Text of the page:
The curiously named The Memorable Order of Tinned Hats (MOTH) Club is a returned servicemen's club in Hackney, London. Due to dwindling membership the club has had to open it’s doors to new audiences and earlier this year hosted a solo performance from the Chills’ Martin Phillipps.
Phillipps knows a thing of two about returning and new audiences.
With their unique pop, the Chills were poised for fame far beyond their New Zealand home in the late 80s when Phillipps succumbed to, depression, drugs and eventually hepatitis C. But he is back with Silver Bullets, the first Chills full-length album in 20 years.
Phillipps’ MOTH performance of a track from the forthcoming album, “I Can’t Help You” (that we are premiering below) is mesmerizing. It’s only at the end of the song, when you hear applause, that you can tell it’s performed in front of an audience. Until then attention is focused purely on Phillips and his Gretsch guitar.
Recorded in his hometown of Dunedin, Silver Bullets reaffirms Phillipps’ aptitude for intelligent and timeless pop that resonates with a dark melancholia.
Ahead of the new album and upcoming Australian dates we sent Martin some questions.
Noisey: The album version of “I Can’t Help You’” is upbeat and almost jaunty. Does playing with the band change the songs?
Martin Phillipps: “I Can’t Help You” was initially written as quite a powerful, driving song and the live band performance is still more in that direction. It became something a bit more complex in the studio but then I found it hard to play in a solo setting. I discovered that if I strip it right back to it's basics it works much better.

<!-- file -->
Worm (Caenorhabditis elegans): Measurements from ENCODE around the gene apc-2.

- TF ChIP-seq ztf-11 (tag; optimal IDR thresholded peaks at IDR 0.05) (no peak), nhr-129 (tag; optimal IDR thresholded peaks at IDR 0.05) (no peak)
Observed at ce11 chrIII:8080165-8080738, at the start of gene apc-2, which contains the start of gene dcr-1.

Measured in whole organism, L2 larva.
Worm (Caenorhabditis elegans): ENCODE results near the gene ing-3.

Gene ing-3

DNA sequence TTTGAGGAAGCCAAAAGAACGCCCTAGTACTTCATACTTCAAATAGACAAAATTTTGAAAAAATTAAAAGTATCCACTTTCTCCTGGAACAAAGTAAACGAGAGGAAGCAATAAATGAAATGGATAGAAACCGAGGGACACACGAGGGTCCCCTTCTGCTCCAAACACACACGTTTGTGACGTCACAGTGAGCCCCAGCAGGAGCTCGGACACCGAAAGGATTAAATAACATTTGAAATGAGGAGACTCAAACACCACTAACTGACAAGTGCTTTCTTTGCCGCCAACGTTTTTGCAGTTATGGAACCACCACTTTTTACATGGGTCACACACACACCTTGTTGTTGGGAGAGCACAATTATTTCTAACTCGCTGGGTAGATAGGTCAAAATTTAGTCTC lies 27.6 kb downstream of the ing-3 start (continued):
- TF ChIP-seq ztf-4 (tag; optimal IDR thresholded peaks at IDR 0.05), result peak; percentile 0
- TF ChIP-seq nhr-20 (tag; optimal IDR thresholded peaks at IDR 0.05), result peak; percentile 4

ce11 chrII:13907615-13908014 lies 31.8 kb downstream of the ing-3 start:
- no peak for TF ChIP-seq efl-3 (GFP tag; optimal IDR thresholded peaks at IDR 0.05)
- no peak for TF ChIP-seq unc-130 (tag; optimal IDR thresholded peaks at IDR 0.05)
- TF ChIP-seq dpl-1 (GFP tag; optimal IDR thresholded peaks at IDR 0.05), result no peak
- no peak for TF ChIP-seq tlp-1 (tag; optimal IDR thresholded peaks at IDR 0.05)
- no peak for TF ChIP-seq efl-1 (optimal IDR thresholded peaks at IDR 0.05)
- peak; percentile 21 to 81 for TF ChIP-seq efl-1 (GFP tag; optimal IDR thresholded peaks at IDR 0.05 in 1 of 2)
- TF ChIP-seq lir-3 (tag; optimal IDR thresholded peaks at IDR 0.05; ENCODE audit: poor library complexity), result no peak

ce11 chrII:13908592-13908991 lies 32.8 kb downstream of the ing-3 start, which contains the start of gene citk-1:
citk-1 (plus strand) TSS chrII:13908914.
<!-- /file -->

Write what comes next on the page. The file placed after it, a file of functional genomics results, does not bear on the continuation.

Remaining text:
Were you playing some of these new songs on your 2014 tour? Were you encouraged by the response to them?
We played a little under half of Silver Bullets on last year’s Europe/UK tour and the new songs have been really well received by the new, younger audience members who are, perhaps, discovering us for the first time. Also the older fans have been saying that the new songs basically sound like really good Chills’ songs and fit naturally into the set of older material.
There has always been certain melancholia to your music. Now that you are 50 years old is there still that despondence or are you becoming more optimistic?
I think that the essence of melancholia will always be somewhere in my music but I do surprise myself with a strangely optimistic outlook sometimes. Overall I would say I am much more pessimistic now about the ability of humans to rise above greed, bigotry and religion and save our world from inevitable destruction. But then I do enjoy a good, strong upbeat melody. So what can I do?
This is the first Chills full-length album in two decades. Is the song writing and recording process the same for you now as it was then?
Though there hasn't been the option of The Chills recording a full, well-recorded album for many years, I was still coming up with ideas for lyrics and songs but putting them to one side to be completed later. When we got the go ahead for the new album it was like flood-gates opening and all the years of song-writing experience and what I have learned over the years came into play. The bulk of the new album was written over a period of about a year – despite there being some riffs which have been kicking around in my mind for up to twenty-years in some cases.
Catch the Chills:
Nov 7 - Dunedin at Sammys
Dec 11 - Auckland at Galatos
Jan 11 - Auckland at McLaren Valley Festival
Jan 13 - Sydney at Sydney Festival
Jan 15 - Melbourne at Max Watts
March 8 - Wellington at NZ Festival
'Silver Bullets' is available Oct 30 from Fire Records.